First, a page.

One thing’s for sure, it’s most unlikely that change will come my way by just sitting around at home complaining about my lot in life. I have to get out as much as possible to meet people, but more importantly I need to reach out to the Lord by positioning myself as best as I can in a place where I might meet with him. I’m talking about stepping aside from the normal daily routine to focus purely upon God. That’s probably easiest at church, though I have to say that my solo walks through the countryside are good as well. Whatever it takes I need to reach out to the Lord, setting aside all that distracts and allowing him into my life. This evening I even made the journey to Trent Vineyard and enjoyed that very different experience.

Isaiah 55:6 ‘Seek the LORD while you can find him. Call on him now while he is near.’ (NLT)

Saturday, February 25, 2012

25th February 2012

Well I tackled a little job this morning and found it quite tiring, which is always frustrating. But I can’t sit around forever. Yes I’m beginning to feel like getting away in my motorhome and that’s not as totally straightforward as in the summer. After a few months just sitting there, the water tanks needed purifying and the whole system needed a pressure test. Last year we had particularly severe frosts, so despite completely draining the system, I still ended up with a burst pipe and split showerhead. Repairing these faults whilst camping might be possible as I carry a repair kit, but it’s so much easier at home. No such problem today though! But the idea of a holiday is to relax, not work. And I’m sure ready for a break, though I’ll hang around for a few more days as my dad’s back in hospital on Wednesday for a repeat biopsy after unclear results a few weeks ago. I’d like to support them as best as I can, but we really need a good outcome from this new test. My brother-in-law is in the middle of a serious cancer battle right now and it’s all getting to be a bit much for my parents. And me. I have a friend awaiting results sometime soon. And then my son-in law has a hole in the heart op to face…

I suppose I’m properly qualified to support any hospital patient, having spent such a lengthy time doing just that over the past 5 years or so. I’ve certainly experienced the horrendous challenge of a cancer journey in quite some depth. And whilst it was only Jane who endured the treatment, which was never easy, I still have to say that the Lord was with us every step of the way. His peace, his guidance and his provision were with us the whole time. I can recall only a couple of brief moments when it felt like the pressure was really too much, and then God intervened with immediate effect. From the very first of Jane’s treatments, I determined that if Jane were to die I would be right by her side supporting her in whatever way possible. That’s exactly how she went. But I really hated it when I was excluded from operating theatres, the thought of losing Jane like that was probably the closest I ever got to being fearful. However for her first major op I went home for a couple of hours to try and switch off. The Lord sent a friend round quite randomly and unknowingly, so he simply sat and prayed with me for a while. A couple of years ago Jane was booked in for a third major op, and during the pre-op consultation it became very clear that this really was not a good idea. The Lord intervened and in the middle of the consultation we were able to contact a source for alternate treatment and agreed to proceed with that. We were never in limbo. And I have confidence that every decision was of the Lord.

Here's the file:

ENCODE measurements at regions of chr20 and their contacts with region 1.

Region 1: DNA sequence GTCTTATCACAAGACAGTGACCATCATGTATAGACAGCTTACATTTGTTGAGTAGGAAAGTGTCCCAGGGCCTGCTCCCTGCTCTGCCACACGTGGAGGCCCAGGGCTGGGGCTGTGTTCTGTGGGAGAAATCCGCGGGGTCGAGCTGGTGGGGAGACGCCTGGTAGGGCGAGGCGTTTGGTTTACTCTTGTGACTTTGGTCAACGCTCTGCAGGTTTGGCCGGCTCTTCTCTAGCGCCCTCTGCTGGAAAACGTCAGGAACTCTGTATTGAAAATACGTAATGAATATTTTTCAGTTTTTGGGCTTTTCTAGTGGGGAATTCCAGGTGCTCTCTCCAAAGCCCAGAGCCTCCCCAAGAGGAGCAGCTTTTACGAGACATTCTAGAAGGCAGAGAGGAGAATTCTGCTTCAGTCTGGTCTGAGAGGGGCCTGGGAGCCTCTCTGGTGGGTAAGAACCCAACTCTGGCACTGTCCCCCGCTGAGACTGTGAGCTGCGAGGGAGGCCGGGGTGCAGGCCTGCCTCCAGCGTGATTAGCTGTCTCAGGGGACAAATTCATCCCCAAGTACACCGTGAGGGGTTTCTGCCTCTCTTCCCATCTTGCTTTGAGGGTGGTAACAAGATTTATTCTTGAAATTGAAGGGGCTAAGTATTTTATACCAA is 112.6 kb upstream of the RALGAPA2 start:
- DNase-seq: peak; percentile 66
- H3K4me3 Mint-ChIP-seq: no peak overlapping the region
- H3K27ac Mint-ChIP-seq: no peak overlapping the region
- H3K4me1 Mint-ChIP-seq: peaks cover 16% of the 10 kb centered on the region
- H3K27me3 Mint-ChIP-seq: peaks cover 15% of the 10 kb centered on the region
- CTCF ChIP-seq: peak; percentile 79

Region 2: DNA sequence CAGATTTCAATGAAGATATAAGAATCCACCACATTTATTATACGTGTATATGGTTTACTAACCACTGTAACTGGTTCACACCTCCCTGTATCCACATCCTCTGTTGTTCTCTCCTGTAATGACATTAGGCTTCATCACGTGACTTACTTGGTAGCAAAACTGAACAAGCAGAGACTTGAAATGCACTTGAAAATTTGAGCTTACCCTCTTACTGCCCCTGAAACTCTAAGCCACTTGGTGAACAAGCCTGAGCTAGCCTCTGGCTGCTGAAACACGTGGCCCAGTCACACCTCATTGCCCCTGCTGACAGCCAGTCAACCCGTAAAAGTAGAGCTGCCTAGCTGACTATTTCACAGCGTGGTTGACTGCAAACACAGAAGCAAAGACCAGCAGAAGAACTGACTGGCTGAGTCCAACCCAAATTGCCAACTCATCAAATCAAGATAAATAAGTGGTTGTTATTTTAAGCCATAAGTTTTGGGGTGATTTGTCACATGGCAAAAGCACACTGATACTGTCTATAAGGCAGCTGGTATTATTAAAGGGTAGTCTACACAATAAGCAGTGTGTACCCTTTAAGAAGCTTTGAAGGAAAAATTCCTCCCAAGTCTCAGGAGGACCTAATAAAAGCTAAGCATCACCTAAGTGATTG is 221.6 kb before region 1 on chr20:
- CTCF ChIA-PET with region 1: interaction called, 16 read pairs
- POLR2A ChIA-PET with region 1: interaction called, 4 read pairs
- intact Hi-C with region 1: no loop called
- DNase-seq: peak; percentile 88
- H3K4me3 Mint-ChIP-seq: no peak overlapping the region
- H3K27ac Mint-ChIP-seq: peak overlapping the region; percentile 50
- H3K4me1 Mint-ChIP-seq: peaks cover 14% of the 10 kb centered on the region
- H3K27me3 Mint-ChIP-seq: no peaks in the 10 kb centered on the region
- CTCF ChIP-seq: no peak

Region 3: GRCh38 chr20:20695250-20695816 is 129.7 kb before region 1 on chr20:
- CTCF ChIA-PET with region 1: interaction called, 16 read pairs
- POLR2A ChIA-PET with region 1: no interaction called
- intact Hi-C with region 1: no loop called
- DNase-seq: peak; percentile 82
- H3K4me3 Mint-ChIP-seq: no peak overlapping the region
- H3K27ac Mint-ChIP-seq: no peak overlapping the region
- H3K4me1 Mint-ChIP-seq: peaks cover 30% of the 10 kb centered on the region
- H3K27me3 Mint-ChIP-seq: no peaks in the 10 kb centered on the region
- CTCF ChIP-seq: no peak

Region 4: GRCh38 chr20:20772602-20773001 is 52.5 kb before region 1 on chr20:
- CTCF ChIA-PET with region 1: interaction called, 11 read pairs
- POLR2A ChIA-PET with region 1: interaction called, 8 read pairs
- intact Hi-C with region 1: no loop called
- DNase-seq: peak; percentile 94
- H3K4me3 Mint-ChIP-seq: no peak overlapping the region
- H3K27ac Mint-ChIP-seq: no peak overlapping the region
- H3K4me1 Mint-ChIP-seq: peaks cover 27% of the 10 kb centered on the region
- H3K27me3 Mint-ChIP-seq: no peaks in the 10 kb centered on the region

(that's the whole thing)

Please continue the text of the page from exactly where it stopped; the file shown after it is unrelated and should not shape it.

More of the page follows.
We continued to walk down a pathway of God’s peace. He carried us through these ordeals without ever failing to show mercy. It’s impossible to judge how any number of different decisions along the way might have affected Jane’s disease progression, but ultimately we both retained the peace of God every step of the way. And surely he, and he alone determines when our time on earth is finished. No matter what precautions I take to frost proof my motorhome I still burst a pipe. Jane and I purposefully tried to eat healthily and exercise from the first days of our marriage… she still had cancer, and I have no idea how or why. Of course we did our very best to fight this evil thing as well. The only thing that makes any sense at all is walking with Lord, he doesn't always lead us out of trouble, but for sure he’s with us every step of the way. And given our ultimate destination of an eternity in his presence that’s all that really matters.

Psalm 139:16 ‘You saw me before I was born. Every day of my life was recorded in your book. Every moment was laid out before a single day had passed.’ (NLT)

Friday, February 24, 2012

24th February 2012